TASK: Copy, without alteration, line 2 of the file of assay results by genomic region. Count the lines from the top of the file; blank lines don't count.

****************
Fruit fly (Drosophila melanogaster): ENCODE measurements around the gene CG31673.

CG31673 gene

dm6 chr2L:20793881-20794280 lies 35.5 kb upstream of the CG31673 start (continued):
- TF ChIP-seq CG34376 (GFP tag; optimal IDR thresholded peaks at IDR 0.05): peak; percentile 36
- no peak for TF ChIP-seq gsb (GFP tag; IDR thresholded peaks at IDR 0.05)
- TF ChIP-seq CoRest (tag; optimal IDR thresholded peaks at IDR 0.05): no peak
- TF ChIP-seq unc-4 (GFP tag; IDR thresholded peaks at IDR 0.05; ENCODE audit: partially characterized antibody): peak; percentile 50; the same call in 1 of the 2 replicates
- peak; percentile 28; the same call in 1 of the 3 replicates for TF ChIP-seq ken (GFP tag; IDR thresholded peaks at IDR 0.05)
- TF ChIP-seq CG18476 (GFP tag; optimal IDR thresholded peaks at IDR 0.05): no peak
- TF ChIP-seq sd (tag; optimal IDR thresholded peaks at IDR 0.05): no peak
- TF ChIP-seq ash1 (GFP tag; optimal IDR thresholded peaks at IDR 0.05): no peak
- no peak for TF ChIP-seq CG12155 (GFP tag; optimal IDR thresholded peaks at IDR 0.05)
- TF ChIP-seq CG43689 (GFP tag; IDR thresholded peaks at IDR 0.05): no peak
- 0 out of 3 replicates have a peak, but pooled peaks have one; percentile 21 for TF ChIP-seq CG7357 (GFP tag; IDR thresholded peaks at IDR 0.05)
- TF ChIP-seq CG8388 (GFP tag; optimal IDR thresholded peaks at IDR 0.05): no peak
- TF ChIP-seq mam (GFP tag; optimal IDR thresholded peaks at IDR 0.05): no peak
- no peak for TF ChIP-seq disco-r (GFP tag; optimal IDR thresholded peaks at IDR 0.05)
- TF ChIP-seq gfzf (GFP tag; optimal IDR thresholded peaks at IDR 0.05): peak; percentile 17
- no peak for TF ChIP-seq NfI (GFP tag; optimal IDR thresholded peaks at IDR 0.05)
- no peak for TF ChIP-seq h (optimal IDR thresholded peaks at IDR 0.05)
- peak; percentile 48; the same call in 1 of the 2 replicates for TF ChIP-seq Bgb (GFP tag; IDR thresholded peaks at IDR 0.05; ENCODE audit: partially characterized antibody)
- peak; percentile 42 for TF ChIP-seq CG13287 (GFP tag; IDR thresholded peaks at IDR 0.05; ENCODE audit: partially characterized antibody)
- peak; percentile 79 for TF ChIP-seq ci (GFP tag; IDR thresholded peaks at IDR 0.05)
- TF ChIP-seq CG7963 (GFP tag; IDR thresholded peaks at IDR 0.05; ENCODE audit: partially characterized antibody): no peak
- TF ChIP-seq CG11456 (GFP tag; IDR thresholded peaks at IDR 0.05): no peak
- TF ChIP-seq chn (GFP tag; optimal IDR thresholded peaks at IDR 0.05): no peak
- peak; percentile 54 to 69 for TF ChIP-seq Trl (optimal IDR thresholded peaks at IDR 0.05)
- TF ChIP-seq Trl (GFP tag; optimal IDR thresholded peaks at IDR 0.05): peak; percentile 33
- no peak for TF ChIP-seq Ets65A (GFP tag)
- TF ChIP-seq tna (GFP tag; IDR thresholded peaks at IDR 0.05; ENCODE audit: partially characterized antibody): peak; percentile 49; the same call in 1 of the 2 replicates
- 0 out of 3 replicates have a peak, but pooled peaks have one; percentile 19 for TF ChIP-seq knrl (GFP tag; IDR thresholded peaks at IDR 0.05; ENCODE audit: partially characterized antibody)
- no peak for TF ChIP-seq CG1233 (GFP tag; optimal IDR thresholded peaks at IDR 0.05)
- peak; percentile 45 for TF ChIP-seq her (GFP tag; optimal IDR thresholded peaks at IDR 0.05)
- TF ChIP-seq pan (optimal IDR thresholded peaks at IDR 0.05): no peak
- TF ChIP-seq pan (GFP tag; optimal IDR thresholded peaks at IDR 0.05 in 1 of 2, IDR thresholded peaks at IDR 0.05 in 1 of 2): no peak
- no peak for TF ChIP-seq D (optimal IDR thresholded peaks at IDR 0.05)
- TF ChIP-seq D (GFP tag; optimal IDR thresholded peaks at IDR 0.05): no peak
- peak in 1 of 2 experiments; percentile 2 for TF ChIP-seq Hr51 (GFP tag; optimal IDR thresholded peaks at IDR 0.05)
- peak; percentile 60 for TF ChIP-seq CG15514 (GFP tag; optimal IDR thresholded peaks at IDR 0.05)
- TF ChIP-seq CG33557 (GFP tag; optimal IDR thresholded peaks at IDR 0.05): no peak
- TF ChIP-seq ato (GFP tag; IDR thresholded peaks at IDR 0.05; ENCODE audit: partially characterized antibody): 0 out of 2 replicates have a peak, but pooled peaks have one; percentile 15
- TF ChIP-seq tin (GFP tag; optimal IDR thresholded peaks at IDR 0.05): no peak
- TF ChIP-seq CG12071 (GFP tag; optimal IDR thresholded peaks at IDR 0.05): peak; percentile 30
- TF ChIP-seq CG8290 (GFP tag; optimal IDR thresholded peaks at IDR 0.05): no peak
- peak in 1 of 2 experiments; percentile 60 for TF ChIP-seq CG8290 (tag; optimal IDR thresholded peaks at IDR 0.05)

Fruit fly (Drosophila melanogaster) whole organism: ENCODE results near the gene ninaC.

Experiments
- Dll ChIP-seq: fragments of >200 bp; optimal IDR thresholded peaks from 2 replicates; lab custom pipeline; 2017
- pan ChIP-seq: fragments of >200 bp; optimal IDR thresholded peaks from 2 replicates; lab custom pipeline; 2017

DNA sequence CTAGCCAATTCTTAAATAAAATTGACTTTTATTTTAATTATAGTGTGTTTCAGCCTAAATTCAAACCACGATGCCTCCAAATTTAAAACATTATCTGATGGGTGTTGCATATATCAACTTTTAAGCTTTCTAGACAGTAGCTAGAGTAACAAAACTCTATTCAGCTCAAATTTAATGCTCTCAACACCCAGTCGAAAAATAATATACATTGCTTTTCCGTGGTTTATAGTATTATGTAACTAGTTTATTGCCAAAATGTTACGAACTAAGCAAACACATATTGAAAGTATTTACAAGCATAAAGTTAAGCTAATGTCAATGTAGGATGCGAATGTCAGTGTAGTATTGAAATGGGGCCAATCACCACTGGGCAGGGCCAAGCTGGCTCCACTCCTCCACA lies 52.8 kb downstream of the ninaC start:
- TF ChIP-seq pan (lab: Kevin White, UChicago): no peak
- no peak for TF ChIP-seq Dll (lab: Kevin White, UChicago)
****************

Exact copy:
CG31673 gene